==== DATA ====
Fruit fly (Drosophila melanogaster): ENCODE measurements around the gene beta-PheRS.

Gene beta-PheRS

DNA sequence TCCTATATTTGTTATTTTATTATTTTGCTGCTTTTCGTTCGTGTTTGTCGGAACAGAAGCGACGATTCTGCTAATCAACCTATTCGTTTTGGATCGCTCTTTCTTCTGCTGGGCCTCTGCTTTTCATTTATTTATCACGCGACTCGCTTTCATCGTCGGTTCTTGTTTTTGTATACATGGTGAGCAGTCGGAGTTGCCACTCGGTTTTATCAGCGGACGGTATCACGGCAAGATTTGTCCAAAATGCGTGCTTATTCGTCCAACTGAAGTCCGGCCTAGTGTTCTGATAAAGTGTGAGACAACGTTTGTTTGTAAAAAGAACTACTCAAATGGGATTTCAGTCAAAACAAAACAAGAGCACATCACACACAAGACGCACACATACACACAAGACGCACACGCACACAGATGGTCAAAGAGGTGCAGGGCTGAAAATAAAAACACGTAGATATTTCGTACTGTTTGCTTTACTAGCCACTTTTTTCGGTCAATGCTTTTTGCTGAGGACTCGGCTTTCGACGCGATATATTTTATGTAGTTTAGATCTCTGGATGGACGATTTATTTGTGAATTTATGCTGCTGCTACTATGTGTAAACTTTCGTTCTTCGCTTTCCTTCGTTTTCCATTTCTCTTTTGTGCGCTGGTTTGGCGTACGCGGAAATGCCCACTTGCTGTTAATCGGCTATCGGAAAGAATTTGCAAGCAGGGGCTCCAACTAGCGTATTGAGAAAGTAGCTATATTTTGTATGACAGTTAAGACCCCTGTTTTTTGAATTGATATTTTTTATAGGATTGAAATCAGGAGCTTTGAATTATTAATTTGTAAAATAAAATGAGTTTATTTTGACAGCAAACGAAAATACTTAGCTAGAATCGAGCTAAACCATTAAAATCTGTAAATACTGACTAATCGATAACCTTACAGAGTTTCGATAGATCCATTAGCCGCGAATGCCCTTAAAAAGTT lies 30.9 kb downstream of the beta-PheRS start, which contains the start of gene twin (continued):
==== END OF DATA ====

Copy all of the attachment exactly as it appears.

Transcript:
Fruit fly (Drosophila melanogaster): ENCODE measurements around the gene beta-PheRS.

Gene beta-PheRS

DNA sequence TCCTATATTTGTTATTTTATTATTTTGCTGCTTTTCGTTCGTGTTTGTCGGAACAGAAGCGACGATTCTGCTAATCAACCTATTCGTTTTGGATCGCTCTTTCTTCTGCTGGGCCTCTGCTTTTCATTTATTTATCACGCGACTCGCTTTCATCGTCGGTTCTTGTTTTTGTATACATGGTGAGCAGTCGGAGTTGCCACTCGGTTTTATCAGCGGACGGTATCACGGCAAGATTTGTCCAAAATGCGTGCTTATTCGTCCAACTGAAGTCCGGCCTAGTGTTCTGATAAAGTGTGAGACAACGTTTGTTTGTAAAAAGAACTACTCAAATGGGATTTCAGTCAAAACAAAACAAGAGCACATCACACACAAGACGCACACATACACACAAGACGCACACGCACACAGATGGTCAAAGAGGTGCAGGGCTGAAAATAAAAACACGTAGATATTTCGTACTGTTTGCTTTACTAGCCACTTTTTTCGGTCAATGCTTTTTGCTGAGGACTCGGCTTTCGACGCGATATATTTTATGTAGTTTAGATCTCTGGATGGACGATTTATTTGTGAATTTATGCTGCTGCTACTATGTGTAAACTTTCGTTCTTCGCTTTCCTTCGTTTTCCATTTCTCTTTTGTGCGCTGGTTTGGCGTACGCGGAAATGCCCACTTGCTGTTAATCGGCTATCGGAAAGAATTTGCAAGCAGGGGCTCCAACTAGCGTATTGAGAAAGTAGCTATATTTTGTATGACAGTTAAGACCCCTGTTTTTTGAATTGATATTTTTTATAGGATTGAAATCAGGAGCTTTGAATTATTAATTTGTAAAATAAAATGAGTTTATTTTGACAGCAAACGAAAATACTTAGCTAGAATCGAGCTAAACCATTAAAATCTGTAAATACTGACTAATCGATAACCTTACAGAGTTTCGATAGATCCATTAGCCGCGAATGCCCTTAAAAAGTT lies 30.9 kb downstream of the beta-PheRS start, which contains the start of gene twin (continued):